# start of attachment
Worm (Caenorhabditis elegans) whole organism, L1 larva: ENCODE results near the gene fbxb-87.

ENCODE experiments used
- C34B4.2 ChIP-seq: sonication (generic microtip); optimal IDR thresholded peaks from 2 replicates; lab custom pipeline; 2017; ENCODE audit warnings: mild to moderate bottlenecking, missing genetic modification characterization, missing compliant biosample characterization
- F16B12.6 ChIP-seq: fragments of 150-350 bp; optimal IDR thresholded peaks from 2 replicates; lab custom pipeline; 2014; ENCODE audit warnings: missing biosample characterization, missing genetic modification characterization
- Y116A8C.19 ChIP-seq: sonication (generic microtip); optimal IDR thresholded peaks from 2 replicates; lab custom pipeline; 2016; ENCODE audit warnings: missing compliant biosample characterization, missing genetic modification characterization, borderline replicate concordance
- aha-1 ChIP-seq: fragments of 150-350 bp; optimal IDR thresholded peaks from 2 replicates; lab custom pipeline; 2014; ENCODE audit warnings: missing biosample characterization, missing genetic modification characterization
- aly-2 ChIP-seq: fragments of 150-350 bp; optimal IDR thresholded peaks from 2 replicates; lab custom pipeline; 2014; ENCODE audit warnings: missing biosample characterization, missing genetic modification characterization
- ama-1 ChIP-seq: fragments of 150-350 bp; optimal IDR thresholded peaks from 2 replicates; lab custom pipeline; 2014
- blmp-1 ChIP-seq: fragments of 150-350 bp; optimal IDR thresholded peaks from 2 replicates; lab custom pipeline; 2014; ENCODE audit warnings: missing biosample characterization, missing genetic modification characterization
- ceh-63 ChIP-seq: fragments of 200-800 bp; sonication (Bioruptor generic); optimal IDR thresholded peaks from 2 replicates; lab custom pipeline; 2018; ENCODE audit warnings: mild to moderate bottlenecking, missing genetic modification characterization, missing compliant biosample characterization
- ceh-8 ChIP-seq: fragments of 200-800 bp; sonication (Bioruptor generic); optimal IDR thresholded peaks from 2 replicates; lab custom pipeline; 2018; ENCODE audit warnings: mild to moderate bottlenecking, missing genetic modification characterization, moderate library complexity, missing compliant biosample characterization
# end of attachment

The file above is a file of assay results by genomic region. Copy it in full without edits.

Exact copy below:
Worm (Caenorhabditis elegans) whole organism, L1 larva: ENCODE results near the gene fbxb-87.

ENCODE experiments used
- C34B4.2 ChIP-seq: sonication (generic microtip); optimal IDR thresholded peaks from 2 replicates; lab custom pipeline; 2017; ENCODE audit warnings: mild to moderate bottlenecking, missing genetic modification characterization, missing compliant biosample characterization
- F16B12.6 ChIP-seq: fragments of 150-350 bp; optimal IDR thresholded peaks from 2 replicates; lab custom pipeline; 2014; ENCODE audit warnings: missing biosample characterization, missing genetic modification characterization
- Y116A8C.19 ChIP-seq: sonication (generic microtip); optimal IDR thresholded peaks from 2 replicates; lab custom pipeline; 2016; ENCODE audit warnings: missing compliant biosample characterization, missing genetic modification characterization, borderline replicate concordance
- aha-1 ChIP-seq: fragments of 150-350 bp; optimal IDR thresholded peaks from 2 replicates; lab custom pipeline; 2014; ENCODE audit warnings: missing biosample characterization, missing genetic modification characterization
- aly-2 ChIP-seq: fragments of 150-350 bp; optimal IDR thresholded peaks from 2 replicates; lab custom pipeline; 2014; ENCODE audit warnings: missing biosample characterization, missing genetic modification characterization
- ama-1 ChIP-seq: fragments of 150-350 bp; optimal IDR thresholded peaks from 2 replicates; lab custom pipeline; 2014
- blmp-1 ChIP-seq: fragments of 150-350 bp; optimal IDR thresholded peaks from 2 replicates; lab custom pipeline; 2014; ENCODE audit warnings: missing biosample characterization, missing genetic modification characterization
- ceh-63 ChIP-seq: fragments of 200-800 bp; sonication (Bioruptor generic); optimal IDR thresholded peaks from 2 replicates; lab custom pipeline; 2018; ENCODE audit warnings: mild to moderate bottlenecking, missing genetic modification characterization, missing compliant biosample characterization
- ceh-8 ChIP-seq: fragments of 200-800 bp; sonication (Bioruptor generic); optimal IDR thresholded peaks from 2 replicates; lab custom pipeline; 2018; ENCODE audit warnings: mild to moderate bottlenecking, missing genetic modification characterization, moderate library complexity, missing compliant biosample characterization